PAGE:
The Andes: Known as the backbone of South America, the Andes consist of two parallel ranges, the eastern and western cordilleras, extending from the northwest to the southeast, and comprise the second highest mountain range in the world. 160 miles inland from the Pacific, the Andes jut up to heights of 20,000 feet. Most of Peru's Andes lie between 9,840 feet to 13,120 feet, with peaks separated by deep canyons. The weather in the high sierra separates into two defined seasons: in summer, from May to October, days are sunny; nights are cold and rain scarce. Rainfall is abundant from December to March. Temperatures in the highlands fluctuate between 35 degrees F and 68 degrees F.

Vaccinations

You should visit your doctor or travel medicine clinic 4-6 weeks prior to your departure date to get vaccines or medicines you may need for your trip. You can read more detailed, country-specific information on vaccinations and health in Peru on the Center for Disease Control's (CDC) website at www.cdc.gov. Specific questions on anything pertaining to tropical diseases and their prevention should be addressed to them. You must check the CDC web site in advance of your trip to be sure you are current.

Required

At the time of writing there are no vaccination requirements for entry into Peru.

Recommended

Routine vaccines: Measles-mumps-rubella, diphtheria-pertussis-tetanus, and varicella (chickenpox).

Hepatitis A, Hepatitis B, and Typhoid vaccines

Malaria: The Amazonian areas you will be visiting in Peru have a risk of malaria, however the risk is low. It is possible, although unlikely, to get malaria while visiting these areas of the country. Talk with your doctor or travel medicine clinic to decide if taking an anti-malarial medication is the right choice for you.

Yellow Fever: The Amazonian areas you will be visiting in Peru have a risk of yellow fever. Talk with your doctor or travel medicine clinic to decide if a yellow fever vaccine is right for you.

Best Eats/Must Tries

Cuy - aka guinea pig, a delicacy in the highlands

Lomo Saltado - a kind of stir-fried beef dish with onions, vinegar, ginger, chili, tomatoes and fried potatoes, served with rice (found on every menu)

Papas Rellenas - stuffed baked potatoes, delicious and found in the highland regions on just about every street corner

Ceviche - a must try along the coastal areas. Can be made with either shrimp or sea bass. One of the most authentic Peruvian dishes

Palta Rellena - avocado stuffed with chicken salad. An excellent appetizer

Choclo con queso - corn on the cob with cheese

Caucau - a stew made with tripe, potatoes, peppers and parsley (especially popular in the Colca Canyon region)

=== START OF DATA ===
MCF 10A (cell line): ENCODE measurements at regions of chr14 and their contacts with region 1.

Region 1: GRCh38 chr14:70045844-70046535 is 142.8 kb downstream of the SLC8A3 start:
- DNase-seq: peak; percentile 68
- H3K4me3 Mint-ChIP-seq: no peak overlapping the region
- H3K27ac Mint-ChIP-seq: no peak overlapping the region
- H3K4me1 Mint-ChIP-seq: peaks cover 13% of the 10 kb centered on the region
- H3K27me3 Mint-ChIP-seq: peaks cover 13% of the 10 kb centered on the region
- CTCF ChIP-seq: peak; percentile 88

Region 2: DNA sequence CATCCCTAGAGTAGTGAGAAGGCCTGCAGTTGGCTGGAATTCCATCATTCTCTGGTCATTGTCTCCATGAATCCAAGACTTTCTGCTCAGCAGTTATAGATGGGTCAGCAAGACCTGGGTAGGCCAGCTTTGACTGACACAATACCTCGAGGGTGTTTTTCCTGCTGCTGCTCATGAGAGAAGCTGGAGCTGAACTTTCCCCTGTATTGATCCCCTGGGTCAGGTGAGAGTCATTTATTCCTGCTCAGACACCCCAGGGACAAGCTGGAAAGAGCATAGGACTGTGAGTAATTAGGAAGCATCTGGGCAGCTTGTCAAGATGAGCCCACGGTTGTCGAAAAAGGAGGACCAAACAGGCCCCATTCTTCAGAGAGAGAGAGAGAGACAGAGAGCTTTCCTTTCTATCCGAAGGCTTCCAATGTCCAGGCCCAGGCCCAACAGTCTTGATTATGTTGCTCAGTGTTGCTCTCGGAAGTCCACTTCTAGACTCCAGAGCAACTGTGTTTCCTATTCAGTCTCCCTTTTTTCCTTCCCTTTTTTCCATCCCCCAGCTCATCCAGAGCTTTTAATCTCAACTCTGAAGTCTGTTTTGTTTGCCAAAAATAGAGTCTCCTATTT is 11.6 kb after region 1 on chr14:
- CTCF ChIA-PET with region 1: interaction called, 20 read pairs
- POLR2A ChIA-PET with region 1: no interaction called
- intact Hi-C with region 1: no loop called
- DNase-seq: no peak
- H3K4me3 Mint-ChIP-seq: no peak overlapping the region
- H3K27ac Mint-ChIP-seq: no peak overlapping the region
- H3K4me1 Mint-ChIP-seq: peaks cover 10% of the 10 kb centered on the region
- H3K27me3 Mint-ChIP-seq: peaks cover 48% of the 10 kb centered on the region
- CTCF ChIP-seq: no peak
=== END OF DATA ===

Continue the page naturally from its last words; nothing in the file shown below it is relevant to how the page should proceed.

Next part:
Rocoto Relleno - a spicy bell pepper stuffed with beef and vegetables

Cocada al Horno - for the sweet tooth, made with coconut, egg yolk, sesame seeds, wine and butter

Picarones - cassava flour fritters made with eggs, deep fried and served in honey

Tejas - a sugar candy wrapped in waxed paper, pecan flavor is the best

Drinks

Chicha Morada - our favorite Peruvian drink, Chicha Morada is made from the juice of purple corn, with a chai-like blend of spices and laced with bits of pineapple. It all comes together in a vibrantly refreshing and very tasty drink

Inca Cola - you've got to try it! Its a yellow soda pop that tastes like fizzy bubble gum or a little like vanilla

Pisco Sour - even though it comes from the village of Pisco, you can drink one just about anywhere in Peru. It's very similar to a Tom Collins and is made with white grape brandy

Mate de Coca - a tea made from coca leaves, good to drink if you feel the signs of altitude sickness setting in

Cuzquena and Arequipena - good local beers available in both larger bottles and as dark varieties

Guinda - a sweet cherry brandy

Choose Your Peru Travel Style! Any of our wildlife adventures are also available as fully customizable private trips, honeymoons or family wildlife adventures.
CONTACT US | EMAIL US | CHAT NOW | RESERVE A TRIP | 1-800-990-4376
We're Wild for Wildlife...
  • Float silently downstream looking for jaguars in our exclusive Jaguar Kayak Float
  • Find the world's smallest (and cutest) primate at Cocha Salvador in our exclusive Pygmy Marmoset Excursion
  • Reserved Zone Specialists - visit the remove Reserved Zones of Tambopata and Manu Biosphere, which have far less visitors and dramatically more wildlife
  • Nocturnal camouflaged blind for tapirs
  • Superior Wildlife Access - our lodge in Tambopata's Reserved Zone is located right by the side of the world's largest macaw and parrot clay lick, and is the only lodge in this zone